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Dr. Nancy Tatom Ammerman is Professor of Sociology of Religion at Boston University’s School of Theology and Chair of the Department of Sociology in the College of Arts and Sciences. Her book Sacred Stories, Spiritual Tribes: Finding Religion in Everyday Life (Oxford University Press, 2013) was funded by the Templeton Foundation and supported by a Louisville Institute Sabbatical Grant for Researchers.
LI: What core question/concern guided your research project?
NTA: If the social world is not utterly secularized, how should we understand the relationship between all the ordinary, mundane facets of everyday life and the presence (or absence) of religious and spiritual realities?
LI: Describe what you mean by “sacred consciousness.” How does this phenomenon challenge secularization and rational choice theories?
NTA: Secularization theories largely assumed that people would develop empirical explanations for everything important, and any sense of a reality beyond the explainable, visible world would disappear. Rational choice theories noted that there were likely to still be things we couldn’t explain or rewards we couldn’t get, so we’d need supernatural forces to give us those rewards. Choosing to believe in a power that would give you an otherwise non-available reward was “rational.” What many social scientists have begun to think about, in contrast, is how we live with multiple kinds of explanations, what I call multiple narratives. What is happening to us at any given time is part of an “ordinary” story that we could put on our calendar or send to a lab, but it may also be part of a “non-ordinary” story about our spiritual or religious lives. Being aware of those multiple layers of reality is what I mean by sacred consciousness.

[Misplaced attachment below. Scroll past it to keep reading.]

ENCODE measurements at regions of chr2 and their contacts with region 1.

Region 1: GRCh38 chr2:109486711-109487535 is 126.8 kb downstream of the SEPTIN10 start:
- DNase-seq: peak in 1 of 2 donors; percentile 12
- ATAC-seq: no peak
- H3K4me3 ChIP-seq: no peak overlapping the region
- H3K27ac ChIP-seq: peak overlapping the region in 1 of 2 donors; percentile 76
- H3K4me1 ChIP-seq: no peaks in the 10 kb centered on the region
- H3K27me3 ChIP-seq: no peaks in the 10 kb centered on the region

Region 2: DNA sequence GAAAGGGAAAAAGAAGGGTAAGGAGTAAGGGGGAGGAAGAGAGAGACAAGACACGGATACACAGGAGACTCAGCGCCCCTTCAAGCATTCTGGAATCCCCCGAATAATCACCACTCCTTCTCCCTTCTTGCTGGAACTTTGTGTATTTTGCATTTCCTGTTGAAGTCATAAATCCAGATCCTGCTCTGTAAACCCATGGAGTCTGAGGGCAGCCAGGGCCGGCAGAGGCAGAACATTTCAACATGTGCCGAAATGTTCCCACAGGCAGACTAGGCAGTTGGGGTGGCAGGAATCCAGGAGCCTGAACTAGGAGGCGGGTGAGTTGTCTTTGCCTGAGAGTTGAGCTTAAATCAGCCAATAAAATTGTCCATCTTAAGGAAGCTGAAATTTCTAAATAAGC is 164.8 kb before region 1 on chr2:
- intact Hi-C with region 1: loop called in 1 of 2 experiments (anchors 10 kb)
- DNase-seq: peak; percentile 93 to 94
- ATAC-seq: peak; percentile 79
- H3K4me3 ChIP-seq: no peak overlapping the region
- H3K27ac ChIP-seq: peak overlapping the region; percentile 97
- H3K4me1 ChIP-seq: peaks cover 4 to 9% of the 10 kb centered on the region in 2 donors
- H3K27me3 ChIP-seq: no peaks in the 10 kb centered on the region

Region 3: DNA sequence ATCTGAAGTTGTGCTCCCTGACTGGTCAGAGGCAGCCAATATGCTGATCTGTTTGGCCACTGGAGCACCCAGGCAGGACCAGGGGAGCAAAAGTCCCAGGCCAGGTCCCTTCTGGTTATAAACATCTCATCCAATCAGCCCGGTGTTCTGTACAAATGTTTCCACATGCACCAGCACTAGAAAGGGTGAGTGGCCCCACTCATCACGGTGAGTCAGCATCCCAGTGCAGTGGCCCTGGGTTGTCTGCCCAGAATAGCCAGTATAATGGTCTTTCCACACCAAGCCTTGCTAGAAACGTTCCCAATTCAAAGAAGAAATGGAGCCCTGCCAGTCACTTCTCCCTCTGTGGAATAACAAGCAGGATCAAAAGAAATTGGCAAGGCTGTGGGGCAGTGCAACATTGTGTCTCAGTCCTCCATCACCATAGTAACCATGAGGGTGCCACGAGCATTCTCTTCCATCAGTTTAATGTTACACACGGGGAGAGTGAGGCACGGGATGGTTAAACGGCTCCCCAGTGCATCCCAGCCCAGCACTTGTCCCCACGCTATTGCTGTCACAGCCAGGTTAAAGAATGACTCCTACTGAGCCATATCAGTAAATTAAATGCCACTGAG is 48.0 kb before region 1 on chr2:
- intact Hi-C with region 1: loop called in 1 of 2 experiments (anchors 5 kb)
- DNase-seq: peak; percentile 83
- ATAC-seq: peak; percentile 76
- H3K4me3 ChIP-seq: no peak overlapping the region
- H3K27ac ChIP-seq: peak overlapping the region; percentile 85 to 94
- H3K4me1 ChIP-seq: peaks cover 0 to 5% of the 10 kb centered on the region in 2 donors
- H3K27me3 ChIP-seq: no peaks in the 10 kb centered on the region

LI: Describe how you conducted this study.
NTA: In some ways, our methods themselves were part of the excitement of doing this project. We wanted people to tell us stories about their everyday lives, rather than answering theoretical or theological questions. If and when religious traditions and spiritual experiences were part of their lives, we wanted to hear about that in context. We started with an oral religious life history interview that was structured around lots of “tell me about a time when…” kinds of questions. Then we gave people disposable cameras and told them to take pictures of the important places in their everyday lives. When the pictures were developed we went back and asked them to tell us stories about the things that happen in those places. And finally, we left digital recorders with them and asked them to record “oral diaries.” They did about a week at a time twice over about a six-month period. The result was an incredibly rich look into their lives, often intersecting with really significant triumphs and tragedies. As time went on, they felt really comfortable with the researcher who was working with them and told us more and more intimate stories that would not have come out in a single one-hour interview with multiple-choice answers!
With this level of engagement with each of our study participants, we couldn’t afford a huge sample, so we had to be very strategic in selecting the 95 we included. We worked really hard to have a group that would represent most of the American religious landscape in terms of age, gender, religious tradition (or lack thereof) and level of involvement. We included conservative and liberal white Protestants, African American Protestants, Catholics, Jews, Mormons, and Neopagans, plus “nones.” We knew we would be missing the newer immigrant religious groups, but we were surprised when we realized that our final group overrepresented well-educated and well-off people. The relative absence of poor and working class people is an unfortunate lacuna.
LI: What surprised you and your research team? What discoveries were unexpected?
NTA: There were two important surprises. One has to do with that social class skew in the sample. Secularization theories would predict that better educated people would be more likely to live in a “disenchanted” secular world. That we found so many of them with such an active sense of the sacred permeating the worlds of work and public life was pretty interesting.